Advantages & Disadvantages Of Biomass Energy

Biomass energy is one of the fastest growing sources of energy in the UK and other countries around the world. Many forms of organic materials can produce this energy. Biomass energy provides a cleaner alternative to traditional electricity and transportation fuel sources. Production and use of biomass energy has many advantages and disadvantages.

What is Biomass Energy?

Biomass energy is relatively clean, renewable energy that involves using organic matter that has collected energy from the sun and converted it to chemical energy. It is renewable energy because the organic matter used to create it continually grows and keeps absorbing the sun’s energy, especially where biomass crops are planted.

Most biomass energy is obtained from plants that have gathered energy from the sun through a process known as photosynthesis. Biomass energy has been used by humans for a long time. Humankind has been using biomass energy since the discovery of fire. Technological advancements have allowed people to put biomass energy into various applications including use of liquid and gases as biofuels in transportation.

Advantages

A significant benefit of biomass energy is that it is eco-friendly since it produces minimal amounts of harmful products. The amount of carbon produced by biomass energy is much less than that produced by fossil fuels. Use of biomass energy reduces the levels of greenhouse gasses in the atmosphere.

Another advantage of biomass energy is that it produces lower levels of sulphur dioxides, which cause acid rain. Biomass energy is sustainable energy. Crops used to create biomass can be farmed and managed effectively just like other types of crops. Biomass energy is available wherever crops can be grown. Another significant advantage of biomass energy is that it has a wide variety of applications include heat and electricity production as well as fuel for cars.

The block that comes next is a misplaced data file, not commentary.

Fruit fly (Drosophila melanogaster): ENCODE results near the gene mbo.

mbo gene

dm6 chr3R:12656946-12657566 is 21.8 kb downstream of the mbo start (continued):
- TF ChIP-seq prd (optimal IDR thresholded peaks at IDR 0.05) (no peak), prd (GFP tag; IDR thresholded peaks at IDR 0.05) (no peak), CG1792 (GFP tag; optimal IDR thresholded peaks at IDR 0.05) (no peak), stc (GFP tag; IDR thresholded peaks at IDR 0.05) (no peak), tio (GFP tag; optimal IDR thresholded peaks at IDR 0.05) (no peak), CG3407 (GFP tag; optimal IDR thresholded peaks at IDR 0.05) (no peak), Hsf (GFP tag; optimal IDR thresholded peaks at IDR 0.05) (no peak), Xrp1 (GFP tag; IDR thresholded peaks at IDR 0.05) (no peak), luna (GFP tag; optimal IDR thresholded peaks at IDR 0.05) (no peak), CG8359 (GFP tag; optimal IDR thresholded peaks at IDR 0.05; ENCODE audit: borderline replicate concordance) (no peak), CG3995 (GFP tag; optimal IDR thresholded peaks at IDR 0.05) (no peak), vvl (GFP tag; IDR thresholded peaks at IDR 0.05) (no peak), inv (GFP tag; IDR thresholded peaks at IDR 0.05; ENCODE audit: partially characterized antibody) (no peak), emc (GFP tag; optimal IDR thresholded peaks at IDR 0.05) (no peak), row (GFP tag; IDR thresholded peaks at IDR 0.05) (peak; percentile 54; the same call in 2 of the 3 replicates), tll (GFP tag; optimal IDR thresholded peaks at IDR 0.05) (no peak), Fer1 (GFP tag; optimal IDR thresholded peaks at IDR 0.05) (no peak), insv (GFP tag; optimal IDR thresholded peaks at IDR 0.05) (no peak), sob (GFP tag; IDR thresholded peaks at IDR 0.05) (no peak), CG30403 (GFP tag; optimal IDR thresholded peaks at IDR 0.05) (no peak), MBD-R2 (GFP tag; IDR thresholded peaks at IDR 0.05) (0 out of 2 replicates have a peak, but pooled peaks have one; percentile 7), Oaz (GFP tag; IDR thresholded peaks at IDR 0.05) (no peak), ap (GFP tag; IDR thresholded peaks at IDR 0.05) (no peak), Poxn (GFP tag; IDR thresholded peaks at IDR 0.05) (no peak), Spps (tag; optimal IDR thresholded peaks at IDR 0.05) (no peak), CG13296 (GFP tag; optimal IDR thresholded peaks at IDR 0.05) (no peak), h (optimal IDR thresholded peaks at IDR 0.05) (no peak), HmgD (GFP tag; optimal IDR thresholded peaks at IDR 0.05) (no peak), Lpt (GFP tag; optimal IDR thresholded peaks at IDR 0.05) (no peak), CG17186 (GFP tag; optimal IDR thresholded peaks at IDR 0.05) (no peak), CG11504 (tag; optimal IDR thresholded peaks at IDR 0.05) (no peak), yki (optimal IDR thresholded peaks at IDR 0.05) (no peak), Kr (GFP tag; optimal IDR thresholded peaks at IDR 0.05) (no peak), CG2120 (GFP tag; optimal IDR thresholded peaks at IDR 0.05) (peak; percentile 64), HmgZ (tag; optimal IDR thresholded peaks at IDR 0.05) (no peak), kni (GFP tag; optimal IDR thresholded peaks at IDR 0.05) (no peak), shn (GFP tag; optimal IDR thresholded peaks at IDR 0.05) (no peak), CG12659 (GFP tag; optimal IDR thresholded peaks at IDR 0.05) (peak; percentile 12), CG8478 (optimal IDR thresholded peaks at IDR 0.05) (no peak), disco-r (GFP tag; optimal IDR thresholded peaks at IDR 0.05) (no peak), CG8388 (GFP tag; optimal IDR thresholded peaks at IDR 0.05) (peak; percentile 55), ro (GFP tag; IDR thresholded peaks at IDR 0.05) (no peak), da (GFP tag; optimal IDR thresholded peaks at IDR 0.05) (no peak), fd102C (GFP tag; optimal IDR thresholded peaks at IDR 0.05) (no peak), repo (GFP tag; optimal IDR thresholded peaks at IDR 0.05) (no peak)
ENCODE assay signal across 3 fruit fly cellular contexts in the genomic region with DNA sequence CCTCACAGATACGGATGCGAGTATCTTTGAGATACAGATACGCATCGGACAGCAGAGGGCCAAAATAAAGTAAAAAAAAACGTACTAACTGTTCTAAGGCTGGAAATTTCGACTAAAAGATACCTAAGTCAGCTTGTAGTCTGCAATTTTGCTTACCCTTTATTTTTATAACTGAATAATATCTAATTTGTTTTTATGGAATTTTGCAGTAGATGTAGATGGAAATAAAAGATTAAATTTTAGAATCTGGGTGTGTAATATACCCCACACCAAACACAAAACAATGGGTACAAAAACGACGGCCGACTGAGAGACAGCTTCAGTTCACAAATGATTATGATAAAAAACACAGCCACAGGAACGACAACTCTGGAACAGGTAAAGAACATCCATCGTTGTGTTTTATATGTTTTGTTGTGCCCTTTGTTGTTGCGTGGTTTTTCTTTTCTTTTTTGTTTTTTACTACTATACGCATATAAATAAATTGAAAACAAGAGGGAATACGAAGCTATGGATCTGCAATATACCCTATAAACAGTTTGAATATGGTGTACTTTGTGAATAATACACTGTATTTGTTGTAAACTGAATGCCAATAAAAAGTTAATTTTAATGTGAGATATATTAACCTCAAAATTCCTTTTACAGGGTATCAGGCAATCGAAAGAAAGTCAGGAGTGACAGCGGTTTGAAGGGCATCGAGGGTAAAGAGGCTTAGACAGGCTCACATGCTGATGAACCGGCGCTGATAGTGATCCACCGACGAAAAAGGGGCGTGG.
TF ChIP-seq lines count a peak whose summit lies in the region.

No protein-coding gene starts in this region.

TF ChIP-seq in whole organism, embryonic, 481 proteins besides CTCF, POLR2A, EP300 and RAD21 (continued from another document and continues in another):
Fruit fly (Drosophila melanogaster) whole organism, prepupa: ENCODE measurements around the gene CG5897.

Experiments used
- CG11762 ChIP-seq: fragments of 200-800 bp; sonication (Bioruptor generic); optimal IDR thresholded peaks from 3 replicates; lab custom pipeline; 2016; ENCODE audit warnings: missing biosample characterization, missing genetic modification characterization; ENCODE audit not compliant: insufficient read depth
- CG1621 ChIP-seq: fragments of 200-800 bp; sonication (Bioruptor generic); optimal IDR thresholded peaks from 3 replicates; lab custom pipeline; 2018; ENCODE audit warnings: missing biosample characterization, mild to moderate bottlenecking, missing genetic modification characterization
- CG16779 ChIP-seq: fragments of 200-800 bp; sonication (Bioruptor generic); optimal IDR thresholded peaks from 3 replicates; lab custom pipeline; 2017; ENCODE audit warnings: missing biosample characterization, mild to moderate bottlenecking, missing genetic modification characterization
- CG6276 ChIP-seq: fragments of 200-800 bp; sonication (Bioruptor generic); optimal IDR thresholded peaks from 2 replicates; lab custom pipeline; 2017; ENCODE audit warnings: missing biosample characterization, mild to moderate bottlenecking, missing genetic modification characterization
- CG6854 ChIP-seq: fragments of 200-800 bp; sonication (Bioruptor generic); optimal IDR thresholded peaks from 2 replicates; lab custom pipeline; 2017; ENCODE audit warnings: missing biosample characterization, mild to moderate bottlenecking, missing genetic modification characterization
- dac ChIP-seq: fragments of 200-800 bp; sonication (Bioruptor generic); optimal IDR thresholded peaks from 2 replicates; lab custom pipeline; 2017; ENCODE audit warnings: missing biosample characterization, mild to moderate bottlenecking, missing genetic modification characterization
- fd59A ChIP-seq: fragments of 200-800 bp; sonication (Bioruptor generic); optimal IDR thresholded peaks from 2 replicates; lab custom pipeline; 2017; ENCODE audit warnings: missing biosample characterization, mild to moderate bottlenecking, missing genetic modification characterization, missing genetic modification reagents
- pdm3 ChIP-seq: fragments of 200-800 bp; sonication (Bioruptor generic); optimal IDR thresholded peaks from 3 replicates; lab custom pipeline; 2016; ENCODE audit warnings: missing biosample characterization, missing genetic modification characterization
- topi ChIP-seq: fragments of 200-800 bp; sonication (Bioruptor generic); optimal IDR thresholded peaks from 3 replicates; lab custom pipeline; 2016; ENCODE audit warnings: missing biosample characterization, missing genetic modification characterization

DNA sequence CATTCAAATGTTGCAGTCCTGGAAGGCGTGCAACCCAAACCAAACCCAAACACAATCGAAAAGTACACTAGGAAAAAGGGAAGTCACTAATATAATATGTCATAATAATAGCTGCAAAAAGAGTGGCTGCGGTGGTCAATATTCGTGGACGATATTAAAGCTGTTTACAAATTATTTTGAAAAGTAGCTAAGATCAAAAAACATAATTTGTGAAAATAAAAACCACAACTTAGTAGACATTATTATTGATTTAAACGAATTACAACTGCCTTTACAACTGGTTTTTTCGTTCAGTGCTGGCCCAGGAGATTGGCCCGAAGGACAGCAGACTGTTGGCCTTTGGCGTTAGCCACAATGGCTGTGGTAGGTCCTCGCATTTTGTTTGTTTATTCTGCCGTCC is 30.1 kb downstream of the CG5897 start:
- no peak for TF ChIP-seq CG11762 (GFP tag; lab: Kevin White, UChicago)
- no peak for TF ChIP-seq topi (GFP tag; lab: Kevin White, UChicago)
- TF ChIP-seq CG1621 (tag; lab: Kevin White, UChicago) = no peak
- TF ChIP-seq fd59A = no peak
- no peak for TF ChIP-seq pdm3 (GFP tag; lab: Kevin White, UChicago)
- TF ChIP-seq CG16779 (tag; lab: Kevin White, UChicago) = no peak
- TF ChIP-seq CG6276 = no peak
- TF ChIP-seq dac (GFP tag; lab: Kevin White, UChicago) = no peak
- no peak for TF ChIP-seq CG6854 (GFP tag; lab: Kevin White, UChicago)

Advantages & Disadvantages Of Biomass Energy

Disadvantages

Biomass production requires a great deal of space. Large parcels of land and water are needed to grow biomass plants. Biomass plants also require large storage rooms after harvesting where they can be converted into energy. In addition, biomass energy is not entirely clean energy; its production still produces some greenhouse gasses. However, the levels of greenhouse gases produced by biomass are still significantly lower than those produced by fossil fuels. Another disadvantage of biomass energy is that it is quite expensive to produce. Some of the costs involved include labour and transportation costs because biomass energy is produced close to where the organic matter is obtained.

Uses of Biomass Energy Today

The main uses of biomass energy today are in the production of biodiesel and ethanol for transportation and driving turbines to produce electricity. Although the use of biomass energy has its disadvantages, the advantages far outweigh the disadvantages when compared with fossil fuels. This is the reason why the UK and other countries around the world are increasing their production of biomass energy.

How Biomass Works

The basic composition of biomass is solar energy, carbon dioxide and water. Plants manufacture biomass through a process known as photosynthesis. In this process, chlorophyll in the leaves of plants absorbs the sun’s energy and converts carbon dioxide into carbohydrates. During biomass production, the carbohydrates are burned converting them into carbon dioxide and water. This releases the sun’s energy back into the atmosphere.

Biomass is the oldest form of renewable energy. Organic materials such as plants and animals have this resource. This energy is readily available in almost every region of the world. The process used to produce biomass makes it renewable and sustainable energy source. There are many types of biomass including plants, animal waste, landfill waste, wood grass and even sewer waste. Burning is the most typical means of accessing biomass in organic materials.

Adam Johnston is a Biomass Advisor for Amber Green Heat. When he’s not in the office he is an avid blogger about all things green.